Sorry for the lack of blog postings lately. I have been busy the last week polishing, refactoring, and documenting my first (and hopefully only) MSBuild custom task: DynamicExecute. DynamicExecute makes it possible to define and execute .NET methods using MSBuild 3.5.
Mike Fourie has accepted DynamicExecute for the next release of the MSBuild Extension Pack. It’s available as Beta in the source code download until the next official release, when it will be included in the regular binaries.
DynamicExecute is similar to the inline tasks that are planned for MSBuild 4.0. Both DynamicExecute and inline tasks allow a build master to write C# code within the build script that is compiled and then executed as part of the build. There are a few differences, though:
- DynamicExecute does not support referencing an assembly in the GAC by a partial name. e.g., the CTP of MSBuild 4.0 allows an assembly reference of “System.Windows.Forms”, whereas DynamicExecute requires the full name “System.Windows.Forms, Version=188.8.131.52, Culture=neutral, PublicKeyToken=b77a5c561934e089”. Local assemblies may be referenced by short name, however. (This is not actually considered a limitation of DynamicExecute; loading GAC assemblies by partial names is not a good idea).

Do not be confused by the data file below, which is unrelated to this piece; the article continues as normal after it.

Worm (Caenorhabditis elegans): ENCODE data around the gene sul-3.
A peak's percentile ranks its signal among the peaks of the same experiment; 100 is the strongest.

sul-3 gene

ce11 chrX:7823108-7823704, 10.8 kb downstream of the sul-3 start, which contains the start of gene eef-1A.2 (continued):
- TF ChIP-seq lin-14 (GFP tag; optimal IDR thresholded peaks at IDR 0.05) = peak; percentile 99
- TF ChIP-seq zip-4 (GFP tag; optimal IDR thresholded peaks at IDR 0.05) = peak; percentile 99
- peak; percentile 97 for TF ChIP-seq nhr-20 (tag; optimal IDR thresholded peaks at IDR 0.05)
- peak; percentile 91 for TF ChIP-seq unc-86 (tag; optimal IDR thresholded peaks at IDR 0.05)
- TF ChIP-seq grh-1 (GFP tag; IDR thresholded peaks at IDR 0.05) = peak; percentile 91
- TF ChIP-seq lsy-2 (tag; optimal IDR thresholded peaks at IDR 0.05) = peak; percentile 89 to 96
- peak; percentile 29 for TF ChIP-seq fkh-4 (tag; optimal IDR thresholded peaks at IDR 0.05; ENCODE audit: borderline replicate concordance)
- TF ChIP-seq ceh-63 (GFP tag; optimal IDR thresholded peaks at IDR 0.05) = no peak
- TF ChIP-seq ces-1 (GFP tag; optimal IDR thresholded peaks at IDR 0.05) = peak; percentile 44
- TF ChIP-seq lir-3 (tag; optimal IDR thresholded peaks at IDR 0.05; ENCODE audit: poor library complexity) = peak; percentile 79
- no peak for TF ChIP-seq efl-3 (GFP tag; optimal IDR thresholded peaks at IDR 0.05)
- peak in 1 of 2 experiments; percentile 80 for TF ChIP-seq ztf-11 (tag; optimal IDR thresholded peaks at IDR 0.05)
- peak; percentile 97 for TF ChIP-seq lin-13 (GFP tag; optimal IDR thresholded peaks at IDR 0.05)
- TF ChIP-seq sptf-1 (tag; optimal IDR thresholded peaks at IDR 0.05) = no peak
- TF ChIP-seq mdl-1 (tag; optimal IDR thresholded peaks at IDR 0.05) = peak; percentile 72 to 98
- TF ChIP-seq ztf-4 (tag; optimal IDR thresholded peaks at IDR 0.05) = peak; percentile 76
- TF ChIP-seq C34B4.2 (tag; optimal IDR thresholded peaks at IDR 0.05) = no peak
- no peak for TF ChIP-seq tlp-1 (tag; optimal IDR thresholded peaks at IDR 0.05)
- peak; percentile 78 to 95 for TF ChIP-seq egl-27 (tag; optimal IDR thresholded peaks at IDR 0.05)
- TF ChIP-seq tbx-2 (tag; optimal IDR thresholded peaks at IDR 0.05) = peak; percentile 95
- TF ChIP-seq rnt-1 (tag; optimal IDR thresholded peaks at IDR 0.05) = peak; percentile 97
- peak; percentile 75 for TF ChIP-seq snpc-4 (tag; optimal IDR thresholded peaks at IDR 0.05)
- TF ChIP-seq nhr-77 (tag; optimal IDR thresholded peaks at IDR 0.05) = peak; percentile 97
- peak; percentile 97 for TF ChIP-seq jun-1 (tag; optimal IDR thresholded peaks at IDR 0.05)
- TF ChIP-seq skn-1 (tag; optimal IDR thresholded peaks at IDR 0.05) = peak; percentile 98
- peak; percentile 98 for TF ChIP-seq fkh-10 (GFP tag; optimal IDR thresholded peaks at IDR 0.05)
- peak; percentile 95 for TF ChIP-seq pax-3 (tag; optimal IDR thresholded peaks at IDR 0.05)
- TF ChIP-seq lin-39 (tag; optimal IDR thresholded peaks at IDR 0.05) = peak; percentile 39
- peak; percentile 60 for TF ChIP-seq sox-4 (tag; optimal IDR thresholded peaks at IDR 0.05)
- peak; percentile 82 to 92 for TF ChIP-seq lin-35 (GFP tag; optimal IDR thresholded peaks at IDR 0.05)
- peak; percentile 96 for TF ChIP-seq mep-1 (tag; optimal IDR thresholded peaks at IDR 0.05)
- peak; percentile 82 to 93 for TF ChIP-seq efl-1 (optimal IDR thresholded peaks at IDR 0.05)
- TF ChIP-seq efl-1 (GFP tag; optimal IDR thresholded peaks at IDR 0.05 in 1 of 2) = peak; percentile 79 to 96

- Once an inline task is created using the task factory, it may be referenced directly just like any other task. DynamicExecute methods must be called using the DynamicExecute task.
DynamicExecute does have one big advantage, though: it can be used now. :) Documentation (temporarily) is available online here.